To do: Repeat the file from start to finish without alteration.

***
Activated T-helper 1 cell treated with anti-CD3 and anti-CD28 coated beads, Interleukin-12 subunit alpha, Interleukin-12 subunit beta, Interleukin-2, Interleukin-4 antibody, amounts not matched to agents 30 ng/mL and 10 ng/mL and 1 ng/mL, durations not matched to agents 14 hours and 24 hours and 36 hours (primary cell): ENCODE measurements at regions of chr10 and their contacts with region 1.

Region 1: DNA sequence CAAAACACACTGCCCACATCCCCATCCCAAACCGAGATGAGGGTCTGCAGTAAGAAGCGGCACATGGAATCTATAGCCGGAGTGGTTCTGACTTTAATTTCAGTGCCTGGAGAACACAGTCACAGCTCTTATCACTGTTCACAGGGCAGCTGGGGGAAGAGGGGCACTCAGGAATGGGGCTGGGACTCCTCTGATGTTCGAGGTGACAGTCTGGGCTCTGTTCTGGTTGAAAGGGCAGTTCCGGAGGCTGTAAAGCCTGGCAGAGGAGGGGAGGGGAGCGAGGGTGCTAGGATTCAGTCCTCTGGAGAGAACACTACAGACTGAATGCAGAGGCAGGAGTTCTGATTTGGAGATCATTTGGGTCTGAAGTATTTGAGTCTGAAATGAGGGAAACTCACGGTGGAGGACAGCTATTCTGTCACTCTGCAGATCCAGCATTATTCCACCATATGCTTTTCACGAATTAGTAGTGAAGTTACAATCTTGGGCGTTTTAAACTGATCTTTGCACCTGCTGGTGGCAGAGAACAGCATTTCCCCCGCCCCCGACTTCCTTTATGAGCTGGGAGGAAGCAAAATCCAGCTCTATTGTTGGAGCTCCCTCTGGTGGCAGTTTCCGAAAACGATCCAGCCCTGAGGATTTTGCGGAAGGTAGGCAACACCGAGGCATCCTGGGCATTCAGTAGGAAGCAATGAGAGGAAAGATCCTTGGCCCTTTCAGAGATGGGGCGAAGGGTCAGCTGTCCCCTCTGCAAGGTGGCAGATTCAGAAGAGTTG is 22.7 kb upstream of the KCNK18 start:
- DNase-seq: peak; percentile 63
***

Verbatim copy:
Activated T-helper 1 cell treated with anti-CD3 and anti-CD28 coated beads, Interleukin-12 subunit alpha, Interleukin-12 subunit beta, Interleukin-2, Interleukin-4 antibody, amounts not matched to agents 30 ng/mL and 10 ng/mL and 1 ng/mL, durations not matched to agents 14 hours and 24 hours and 36 hours (primary cell): ENCODE measurements at regions of chr10 and their contacts with region 1.

Region 1: DNA sequence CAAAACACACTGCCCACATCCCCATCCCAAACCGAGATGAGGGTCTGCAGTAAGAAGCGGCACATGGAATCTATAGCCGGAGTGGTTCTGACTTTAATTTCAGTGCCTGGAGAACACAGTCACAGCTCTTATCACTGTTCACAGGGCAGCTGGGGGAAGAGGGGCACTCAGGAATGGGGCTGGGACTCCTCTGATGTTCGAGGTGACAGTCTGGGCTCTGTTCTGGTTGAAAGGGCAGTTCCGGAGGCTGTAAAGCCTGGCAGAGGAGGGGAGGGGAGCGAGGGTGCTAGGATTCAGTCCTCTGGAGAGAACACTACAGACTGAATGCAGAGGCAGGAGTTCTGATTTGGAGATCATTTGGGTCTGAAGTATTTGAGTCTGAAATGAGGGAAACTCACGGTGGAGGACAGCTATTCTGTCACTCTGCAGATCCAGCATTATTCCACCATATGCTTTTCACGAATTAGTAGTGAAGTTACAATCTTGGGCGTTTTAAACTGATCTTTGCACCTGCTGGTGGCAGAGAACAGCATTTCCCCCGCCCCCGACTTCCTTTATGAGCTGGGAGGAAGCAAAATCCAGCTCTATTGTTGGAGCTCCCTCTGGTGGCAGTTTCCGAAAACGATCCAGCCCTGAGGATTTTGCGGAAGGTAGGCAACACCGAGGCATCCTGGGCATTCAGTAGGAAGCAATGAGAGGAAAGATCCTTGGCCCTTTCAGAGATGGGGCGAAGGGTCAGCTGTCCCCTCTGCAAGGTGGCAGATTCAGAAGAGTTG is 22.7 kb upstream of the KCNK18 start:
- DNase-seq: peak; percentile 63